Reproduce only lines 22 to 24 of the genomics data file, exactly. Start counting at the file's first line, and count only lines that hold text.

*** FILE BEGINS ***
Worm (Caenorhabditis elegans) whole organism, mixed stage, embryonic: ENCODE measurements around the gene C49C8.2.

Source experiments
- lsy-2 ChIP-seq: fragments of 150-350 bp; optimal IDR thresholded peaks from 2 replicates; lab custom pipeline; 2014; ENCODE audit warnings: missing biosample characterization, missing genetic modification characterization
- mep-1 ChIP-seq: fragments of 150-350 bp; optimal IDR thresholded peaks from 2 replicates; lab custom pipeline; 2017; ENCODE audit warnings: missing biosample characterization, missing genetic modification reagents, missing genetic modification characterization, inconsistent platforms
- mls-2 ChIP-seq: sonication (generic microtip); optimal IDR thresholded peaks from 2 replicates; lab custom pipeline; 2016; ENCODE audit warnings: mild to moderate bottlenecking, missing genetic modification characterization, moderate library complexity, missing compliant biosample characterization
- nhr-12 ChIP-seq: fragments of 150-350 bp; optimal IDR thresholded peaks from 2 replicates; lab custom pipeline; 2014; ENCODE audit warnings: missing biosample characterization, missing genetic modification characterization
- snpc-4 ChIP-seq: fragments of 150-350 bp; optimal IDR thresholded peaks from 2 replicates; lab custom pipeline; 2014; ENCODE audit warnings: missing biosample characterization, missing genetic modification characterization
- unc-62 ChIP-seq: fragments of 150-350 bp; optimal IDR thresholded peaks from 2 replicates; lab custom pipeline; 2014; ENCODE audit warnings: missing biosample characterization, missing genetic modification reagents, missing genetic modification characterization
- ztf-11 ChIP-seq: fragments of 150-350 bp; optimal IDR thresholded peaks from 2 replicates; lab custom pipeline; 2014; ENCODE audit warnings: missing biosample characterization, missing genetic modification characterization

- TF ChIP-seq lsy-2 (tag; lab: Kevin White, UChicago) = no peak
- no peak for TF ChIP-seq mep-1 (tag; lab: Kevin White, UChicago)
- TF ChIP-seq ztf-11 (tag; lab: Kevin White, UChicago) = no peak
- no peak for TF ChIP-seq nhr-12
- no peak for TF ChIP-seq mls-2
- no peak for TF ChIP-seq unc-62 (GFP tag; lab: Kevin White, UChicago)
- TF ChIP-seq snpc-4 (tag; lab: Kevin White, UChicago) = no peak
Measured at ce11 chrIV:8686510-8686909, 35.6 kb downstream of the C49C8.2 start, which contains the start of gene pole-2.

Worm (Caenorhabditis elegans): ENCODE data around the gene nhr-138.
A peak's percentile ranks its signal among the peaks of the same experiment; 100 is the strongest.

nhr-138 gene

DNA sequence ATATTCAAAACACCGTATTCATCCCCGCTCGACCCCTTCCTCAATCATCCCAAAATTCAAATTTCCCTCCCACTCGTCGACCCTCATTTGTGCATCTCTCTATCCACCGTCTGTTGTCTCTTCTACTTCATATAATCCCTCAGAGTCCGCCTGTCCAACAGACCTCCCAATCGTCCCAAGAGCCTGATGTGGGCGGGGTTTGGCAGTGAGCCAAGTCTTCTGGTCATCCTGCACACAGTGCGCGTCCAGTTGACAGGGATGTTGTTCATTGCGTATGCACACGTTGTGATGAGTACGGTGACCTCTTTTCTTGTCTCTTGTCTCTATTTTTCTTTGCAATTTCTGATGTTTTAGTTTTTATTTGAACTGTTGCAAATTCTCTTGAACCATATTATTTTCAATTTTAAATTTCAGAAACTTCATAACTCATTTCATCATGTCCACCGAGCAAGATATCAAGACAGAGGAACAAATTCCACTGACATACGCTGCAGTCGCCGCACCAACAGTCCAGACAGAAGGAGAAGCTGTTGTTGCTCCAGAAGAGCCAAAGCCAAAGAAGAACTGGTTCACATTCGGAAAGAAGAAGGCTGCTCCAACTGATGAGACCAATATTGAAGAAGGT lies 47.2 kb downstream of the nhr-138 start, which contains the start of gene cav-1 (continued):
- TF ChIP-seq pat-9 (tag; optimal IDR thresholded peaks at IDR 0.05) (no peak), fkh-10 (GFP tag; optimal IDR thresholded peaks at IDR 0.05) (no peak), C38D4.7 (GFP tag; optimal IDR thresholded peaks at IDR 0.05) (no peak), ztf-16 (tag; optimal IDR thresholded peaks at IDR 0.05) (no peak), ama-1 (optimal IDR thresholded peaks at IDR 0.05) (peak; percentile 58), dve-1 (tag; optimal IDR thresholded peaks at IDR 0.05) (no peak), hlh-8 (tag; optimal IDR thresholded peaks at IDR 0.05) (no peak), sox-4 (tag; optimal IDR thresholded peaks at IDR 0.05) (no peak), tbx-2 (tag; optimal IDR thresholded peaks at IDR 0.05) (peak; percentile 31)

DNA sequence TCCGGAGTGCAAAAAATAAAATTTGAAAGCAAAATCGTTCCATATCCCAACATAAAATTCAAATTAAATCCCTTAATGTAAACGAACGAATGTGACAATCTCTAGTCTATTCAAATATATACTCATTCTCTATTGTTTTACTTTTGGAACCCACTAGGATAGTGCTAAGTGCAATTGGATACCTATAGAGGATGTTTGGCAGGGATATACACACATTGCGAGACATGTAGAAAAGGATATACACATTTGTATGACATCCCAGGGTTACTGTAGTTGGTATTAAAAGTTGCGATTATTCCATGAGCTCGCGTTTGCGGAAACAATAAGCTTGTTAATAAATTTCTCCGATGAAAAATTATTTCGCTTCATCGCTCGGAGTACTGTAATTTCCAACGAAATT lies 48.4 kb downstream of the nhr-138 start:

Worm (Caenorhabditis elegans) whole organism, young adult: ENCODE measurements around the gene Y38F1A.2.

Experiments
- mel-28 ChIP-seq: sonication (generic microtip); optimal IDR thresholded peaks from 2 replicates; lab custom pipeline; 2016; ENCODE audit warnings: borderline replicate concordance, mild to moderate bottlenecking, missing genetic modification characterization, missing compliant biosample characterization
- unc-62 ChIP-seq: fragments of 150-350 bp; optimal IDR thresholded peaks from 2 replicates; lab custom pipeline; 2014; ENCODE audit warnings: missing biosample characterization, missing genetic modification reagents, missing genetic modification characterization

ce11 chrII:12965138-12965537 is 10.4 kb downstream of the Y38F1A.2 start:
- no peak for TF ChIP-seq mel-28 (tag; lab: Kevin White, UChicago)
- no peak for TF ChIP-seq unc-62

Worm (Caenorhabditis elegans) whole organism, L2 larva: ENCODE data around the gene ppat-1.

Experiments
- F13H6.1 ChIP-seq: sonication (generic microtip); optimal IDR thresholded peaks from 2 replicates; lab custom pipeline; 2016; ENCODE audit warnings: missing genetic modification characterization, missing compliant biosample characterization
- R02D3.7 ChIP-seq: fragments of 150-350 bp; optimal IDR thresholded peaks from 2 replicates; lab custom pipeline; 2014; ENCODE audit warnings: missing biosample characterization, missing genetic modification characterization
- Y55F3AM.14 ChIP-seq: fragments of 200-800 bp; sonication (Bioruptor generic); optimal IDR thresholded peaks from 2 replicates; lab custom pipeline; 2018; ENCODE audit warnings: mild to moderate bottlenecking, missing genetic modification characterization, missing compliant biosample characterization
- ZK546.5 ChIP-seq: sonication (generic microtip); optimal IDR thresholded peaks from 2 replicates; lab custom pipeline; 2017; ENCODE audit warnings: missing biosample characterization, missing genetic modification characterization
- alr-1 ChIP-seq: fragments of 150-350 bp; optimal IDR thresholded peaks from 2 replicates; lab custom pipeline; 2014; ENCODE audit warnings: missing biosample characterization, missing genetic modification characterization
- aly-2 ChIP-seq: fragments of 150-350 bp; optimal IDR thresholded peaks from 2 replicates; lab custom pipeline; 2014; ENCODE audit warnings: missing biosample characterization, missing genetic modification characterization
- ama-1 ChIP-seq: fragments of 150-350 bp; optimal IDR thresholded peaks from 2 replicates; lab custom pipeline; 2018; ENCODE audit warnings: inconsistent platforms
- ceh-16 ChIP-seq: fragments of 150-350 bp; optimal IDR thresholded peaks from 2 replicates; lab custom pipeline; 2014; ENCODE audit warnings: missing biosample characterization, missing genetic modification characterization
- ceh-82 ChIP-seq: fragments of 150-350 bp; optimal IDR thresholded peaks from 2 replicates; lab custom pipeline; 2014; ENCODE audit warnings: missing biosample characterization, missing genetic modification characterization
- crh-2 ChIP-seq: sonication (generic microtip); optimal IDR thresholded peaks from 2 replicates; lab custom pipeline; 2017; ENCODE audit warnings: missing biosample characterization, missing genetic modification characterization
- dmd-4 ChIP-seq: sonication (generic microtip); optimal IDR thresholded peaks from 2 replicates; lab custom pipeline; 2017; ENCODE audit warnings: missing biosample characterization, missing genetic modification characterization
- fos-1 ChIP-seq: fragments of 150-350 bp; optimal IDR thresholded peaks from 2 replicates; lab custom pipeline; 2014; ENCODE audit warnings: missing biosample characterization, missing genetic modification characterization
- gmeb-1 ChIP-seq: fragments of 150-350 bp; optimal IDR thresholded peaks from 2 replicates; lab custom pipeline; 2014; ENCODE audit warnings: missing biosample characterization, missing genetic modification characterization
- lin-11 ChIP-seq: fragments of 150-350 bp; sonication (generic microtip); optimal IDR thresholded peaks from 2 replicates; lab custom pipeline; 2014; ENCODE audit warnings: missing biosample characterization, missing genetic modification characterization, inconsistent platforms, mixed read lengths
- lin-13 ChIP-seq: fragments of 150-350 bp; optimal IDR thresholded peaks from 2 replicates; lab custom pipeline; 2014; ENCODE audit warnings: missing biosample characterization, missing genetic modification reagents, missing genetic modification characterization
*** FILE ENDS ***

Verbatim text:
- TF ChIP-seq pat-9 (tag; optimal IDR thresholded peaks at IDR 0.05) (no peak), fkh-10 (GFP tag; optimal IDR thresholded peaks at IDR 0.05) (no peak), C38D4.7 (GFP tag; optimal IDR thresholded peaks at IDR 0.05) (no peak), ztf-16 (tag; optimal IDR thresholded peaks at IDR 0.05) (no peak), ama-1 (optimal IDR thresholded peaks at IDR 0.05) (peak; percentile 58), dve-1 (tag; optimal IDR thresholded peaks at IDR 0.05) (no peak), hlh-8 (tag; optimal IDR thresholded peaks at IDR 0.05) (no peak), sox-4 (tag; optimal IDR thresholded peaks at IDR 0.05) (no peak), tbx-2 (tag; optimal IDR thresholded peaks at IDR 0.05) (peak; percentile 31)

DNA sequence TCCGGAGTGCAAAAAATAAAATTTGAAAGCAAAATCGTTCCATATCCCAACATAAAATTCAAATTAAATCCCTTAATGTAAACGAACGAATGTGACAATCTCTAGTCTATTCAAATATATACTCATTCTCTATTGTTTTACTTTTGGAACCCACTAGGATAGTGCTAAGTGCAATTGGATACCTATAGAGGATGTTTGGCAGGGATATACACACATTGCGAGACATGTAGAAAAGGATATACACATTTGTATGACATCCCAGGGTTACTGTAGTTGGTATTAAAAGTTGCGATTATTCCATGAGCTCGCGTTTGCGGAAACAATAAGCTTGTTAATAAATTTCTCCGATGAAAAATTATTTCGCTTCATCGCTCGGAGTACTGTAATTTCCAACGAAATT lies 48.4 kb downstream of the nhr-138 start:

Worm (Caenorhabditis elegans) whole organism, young adult: ENCODE measurements around the gene Y38F1A.2.